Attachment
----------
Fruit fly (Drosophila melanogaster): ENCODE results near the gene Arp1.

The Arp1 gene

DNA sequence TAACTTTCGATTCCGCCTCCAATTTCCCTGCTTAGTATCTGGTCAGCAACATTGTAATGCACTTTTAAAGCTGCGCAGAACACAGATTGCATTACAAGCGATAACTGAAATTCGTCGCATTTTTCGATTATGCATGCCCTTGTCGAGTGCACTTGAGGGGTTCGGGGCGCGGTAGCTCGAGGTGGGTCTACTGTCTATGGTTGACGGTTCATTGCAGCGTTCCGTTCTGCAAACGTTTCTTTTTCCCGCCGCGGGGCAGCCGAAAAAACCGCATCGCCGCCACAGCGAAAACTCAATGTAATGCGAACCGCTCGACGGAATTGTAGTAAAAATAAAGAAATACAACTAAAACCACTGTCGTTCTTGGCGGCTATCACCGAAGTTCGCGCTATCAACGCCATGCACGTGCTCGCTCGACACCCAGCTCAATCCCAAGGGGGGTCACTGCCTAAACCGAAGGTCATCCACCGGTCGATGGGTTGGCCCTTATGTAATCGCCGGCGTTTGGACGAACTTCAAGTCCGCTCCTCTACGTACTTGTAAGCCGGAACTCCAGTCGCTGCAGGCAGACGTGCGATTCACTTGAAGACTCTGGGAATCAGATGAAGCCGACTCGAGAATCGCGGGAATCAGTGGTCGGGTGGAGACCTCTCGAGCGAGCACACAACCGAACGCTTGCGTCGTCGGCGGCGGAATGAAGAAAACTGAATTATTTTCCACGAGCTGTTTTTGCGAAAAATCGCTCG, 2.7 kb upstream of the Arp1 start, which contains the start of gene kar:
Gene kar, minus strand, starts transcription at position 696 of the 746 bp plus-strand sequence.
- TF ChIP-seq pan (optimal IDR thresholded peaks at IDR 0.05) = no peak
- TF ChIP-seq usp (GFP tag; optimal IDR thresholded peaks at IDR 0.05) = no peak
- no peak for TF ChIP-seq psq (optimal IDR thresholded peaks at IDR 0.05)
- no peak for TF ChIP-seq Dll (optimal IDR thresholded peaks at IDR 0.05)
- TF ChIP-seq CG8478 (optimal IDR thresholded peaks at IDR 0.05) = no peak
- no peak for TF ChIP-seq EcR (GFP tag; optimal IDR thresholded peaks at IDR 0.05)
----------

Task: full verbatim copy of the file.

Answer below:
Fruit fly (Drosophila melanogaster): ENCODE results near the gene Arp1.

The Arp1 gene

DNA sequence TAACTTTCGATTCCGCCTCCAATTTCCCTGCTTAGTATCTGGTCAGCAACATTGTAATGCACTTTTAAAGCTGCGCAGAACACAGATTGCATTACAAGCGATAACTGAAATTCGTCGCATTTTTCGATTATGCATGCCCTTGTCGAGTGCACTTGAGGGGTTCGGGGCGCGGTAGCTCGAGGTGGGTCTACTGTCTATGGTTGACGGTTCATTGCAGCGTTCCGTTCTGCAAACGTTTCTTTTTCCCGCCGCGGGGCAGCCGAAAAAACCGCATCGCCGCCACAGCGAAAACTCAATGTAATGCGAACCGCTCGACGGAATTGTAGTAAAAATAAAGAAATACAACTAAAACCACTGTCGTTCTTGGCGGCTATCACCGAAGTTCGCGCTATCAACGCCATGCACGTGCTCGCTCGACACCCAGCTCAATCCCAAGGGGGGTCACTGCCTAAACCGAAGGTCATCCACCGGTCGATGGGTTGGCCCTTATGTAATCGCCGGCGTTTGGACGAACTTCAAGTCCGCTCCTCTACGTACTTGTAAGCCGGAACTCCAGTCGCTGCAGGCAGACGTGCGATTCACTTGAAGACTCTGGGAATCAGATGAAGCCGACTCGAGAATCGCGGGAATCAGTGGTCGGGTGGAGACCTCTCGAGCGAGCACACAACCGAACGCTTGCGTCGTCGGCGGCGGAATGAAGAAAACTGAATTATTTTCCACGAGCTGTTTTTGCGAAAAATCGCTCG, 2.7 kb upstream of the Arp1 start, which contains the start of gene kar:
Gene kar, minus strand, starts transcription at position 696 of the 746 bp plus-strand sequence.
- TF ChIP-seq pan (optimal IDR thresholded peaks at IDR 0.05) = no peak
- TF ChIP-seq usp (GFP tag; optimal IDR thresholded peaks at IDR 0.05) = no peak
- no peak for TF ChIP-seq psq (optimal IDR thresholded peaks at IDR 0.05)
- no peak for TF ChIP-seq Dll (optimal IDR thresholded peaks at IDR 0.05)
- TF ChIP-seq CG8478 (optimal IDR thresholded peaks at IDR 0.05) = no peak
- no peak for TF ChIP-seq EcR (GFP tag; optimal IDR thresholded peaks at IDR 0.05)